Sisters seek speed
While thousands of children participate in Soap Box derbies every year, two racers in particular have made it a family affair.
Sisters Madison Kennedy and Taylor McCullough both developed a love for soap box derby racing at a young age, and both have showed they can excel in the competition.
Both recently participated in the Lima Soap Box Derby held June 22, with 10-year-old Taylor placing third and 11-year-old Madison placing sixth.
“Me and my sister have a lot of fun doing it together,” Taylor said. “I was really proud when I got third and I was really happy when my sister got sixth place.
A total of 42 racers participated in the Lima race, with racers going competing one-on-one in a double elimination process.
A race is typically an all day event, beginning in the morning and stretching over 10 to 12 hours before a winner is declared.
“It’s an all-day event,” said Cheryl McCullough, mother of the two sisters. “You have to pack lunches, sun screen, whatever you are going to need throughout the day.”
Cheryl McCullough shared she may have to consider doubling the size of her travel gear shortly.
Two other sisters are waiting in the wings as 9-year-old Abigail McCullough will be racing in 2014 and 6-year-old Brooklyn Kennedy will be racing in 2015.
In addition, an 11-year-old cousin Jada Stefanko currently races in the super stock division and another, 5-year-old Laiken Eith will be eligible to race in 2015.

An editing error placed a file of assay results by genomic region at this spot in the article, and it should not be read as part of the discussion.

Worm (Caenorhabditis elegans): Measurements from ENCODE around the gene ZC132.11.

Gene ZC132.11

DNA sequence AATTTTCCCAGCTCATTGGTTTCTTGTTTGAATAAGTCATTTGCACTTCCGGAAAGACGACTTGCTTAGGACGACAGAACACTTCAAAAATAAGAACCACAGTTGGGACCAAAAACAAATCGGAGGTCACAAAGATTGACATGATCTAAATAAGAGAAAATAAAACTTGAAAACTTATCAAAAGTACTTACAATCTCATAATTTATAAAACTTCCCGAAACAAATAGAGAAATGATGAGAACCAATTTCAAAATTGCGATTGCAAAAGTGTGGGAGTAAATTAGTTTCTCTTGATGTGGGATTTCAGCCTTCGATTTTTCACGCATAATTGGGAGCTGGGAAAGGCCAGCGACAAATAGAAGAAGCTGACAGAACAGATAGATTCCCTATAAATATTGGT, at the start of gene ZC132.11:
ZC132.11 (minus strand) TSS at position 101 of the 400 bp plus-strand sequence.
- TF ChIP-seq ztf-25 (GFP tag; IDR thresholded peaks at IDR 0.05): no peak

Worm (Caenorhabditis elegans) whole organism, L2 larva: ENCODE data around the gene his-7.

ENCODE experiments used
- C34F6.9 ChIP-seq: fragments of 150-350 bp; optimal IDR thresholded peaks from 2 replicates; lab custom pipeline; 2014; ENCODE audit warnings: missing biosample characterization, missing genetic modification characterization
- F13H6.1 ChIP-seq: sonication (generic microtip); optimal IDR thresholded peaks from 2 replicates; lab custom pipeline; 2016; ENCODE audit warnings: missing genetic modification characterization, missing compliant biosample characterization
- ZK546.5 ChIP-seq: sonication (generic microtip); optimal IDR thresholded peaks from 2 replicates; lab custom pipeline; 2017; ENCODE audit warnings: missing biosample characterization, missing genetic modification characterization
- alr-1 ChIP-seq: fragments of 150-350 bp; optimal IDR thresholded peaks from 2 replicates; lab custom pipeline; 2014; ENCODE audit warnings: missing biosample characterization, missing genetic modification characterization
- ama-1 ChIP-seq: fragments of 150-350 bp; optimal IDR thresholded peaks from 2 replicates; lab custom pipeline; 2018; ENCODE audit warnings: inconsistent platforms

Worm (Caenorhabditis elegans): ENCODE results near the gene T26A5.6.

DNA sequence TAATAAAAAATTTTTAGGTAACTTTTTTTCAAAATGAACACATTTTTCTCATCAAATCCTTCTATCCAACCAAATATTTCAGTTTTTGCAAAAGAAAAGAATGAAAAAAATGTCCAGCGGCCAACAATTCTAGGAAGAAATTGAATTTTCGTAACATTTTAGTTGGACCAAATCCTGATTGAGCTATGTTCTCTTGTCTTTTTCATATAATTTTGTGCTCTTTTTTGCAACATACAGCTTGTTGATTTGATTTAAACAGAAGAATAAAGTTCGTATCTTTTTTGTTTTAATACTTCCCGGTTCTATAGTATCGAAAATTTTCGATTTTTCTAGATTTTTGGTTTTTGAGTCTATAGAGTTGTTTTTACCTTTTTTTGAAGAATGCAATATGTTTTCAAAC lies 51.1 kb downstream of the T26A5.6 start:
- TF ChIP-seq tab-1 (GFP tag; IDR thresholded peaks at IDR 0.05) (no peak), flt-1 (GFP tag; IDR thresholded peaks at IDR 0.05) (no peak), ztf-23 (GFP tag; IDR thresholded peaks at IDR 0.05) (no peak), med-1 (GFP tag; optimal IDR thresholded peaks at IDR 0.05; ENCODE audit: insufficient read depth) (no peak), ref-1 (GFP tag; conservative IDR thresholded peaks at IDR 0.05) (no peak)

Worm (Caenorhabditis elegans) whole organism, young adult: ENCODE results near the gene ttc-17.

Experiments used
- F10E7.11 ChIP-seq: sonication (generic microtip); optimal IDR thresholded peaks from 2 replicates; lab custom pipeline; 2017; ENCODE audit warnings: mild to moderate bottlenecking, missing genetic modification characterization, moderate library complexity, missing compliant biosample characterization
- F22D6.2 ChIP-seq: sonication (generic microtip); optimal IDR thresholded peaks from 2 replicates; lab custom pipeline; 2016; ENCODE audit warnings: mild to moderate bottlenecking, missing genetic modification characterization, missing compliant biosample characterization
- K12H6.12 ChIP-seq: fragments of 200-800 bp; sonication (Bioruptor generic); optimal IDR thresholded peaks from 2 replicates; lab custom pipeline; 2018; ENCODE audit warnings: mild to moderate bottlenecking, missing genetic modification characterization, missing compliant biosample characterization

Soap box derby racing first became noticed in 1914, when Charlie Chaplin starred in the motion picture Kid Auto Races at Venice.
A Dayton Daily News photographer put together a race in 1933. There was so much interest, that the following year the racing form spread across the nation.
The first All-American race was held in 1934. It was moved to Akron in 1935 because of its hilly terrain and since has been held there every year.
Now, thousands of young racers participate in local races in an effort to qualify for the national race in Akron.
The girls first became interested in soap box derby when their grandfather, James Jenner, took them to the Lima race. Jenner had also competed when he was a youngster, and the girls became immediately hooked.
“They we’re in awe the first time the saw it,” Cheryl McCullough said.
In the stock division, racers by a car kit for approximately $500 and put the car together from scratch with the instructions. The division is the beginning division and weight with car and rider cannot exceed 200 pounds.
The super stock division allows the children to expand their knowledge and build a more advanced model. In the masters division, racers get more of a chance to use their creativity.
They can purchase a Scottie Masters Kit with a fiberglass body. The Soap Box Derby website lists the events goals as teaching youngsters basic skills of workmanship, the spirit of competition, and perseverance to continue a project once it has begun.
Racers can customize the looks of their cars, and many can even be seen with sponsor emblems on them.
Madison likes horses and has pin striping on her vehicle with the outline of a horse head. She also has the number 78 on her car, in memory of another grandfather, James Briscoe. Briscoe had the same number as a driver at the Lima Speedway.
Taylor has a dolphin on her vehicle and the number 12, chosen because her birthday is Aug. 12.
Taylor said her and her sister had only matched up once, in the 2012 race, one on one. While Taylor place higher than her sister this past Saturday, she admitted to losing the battle with her sister in a face-off between the two last year.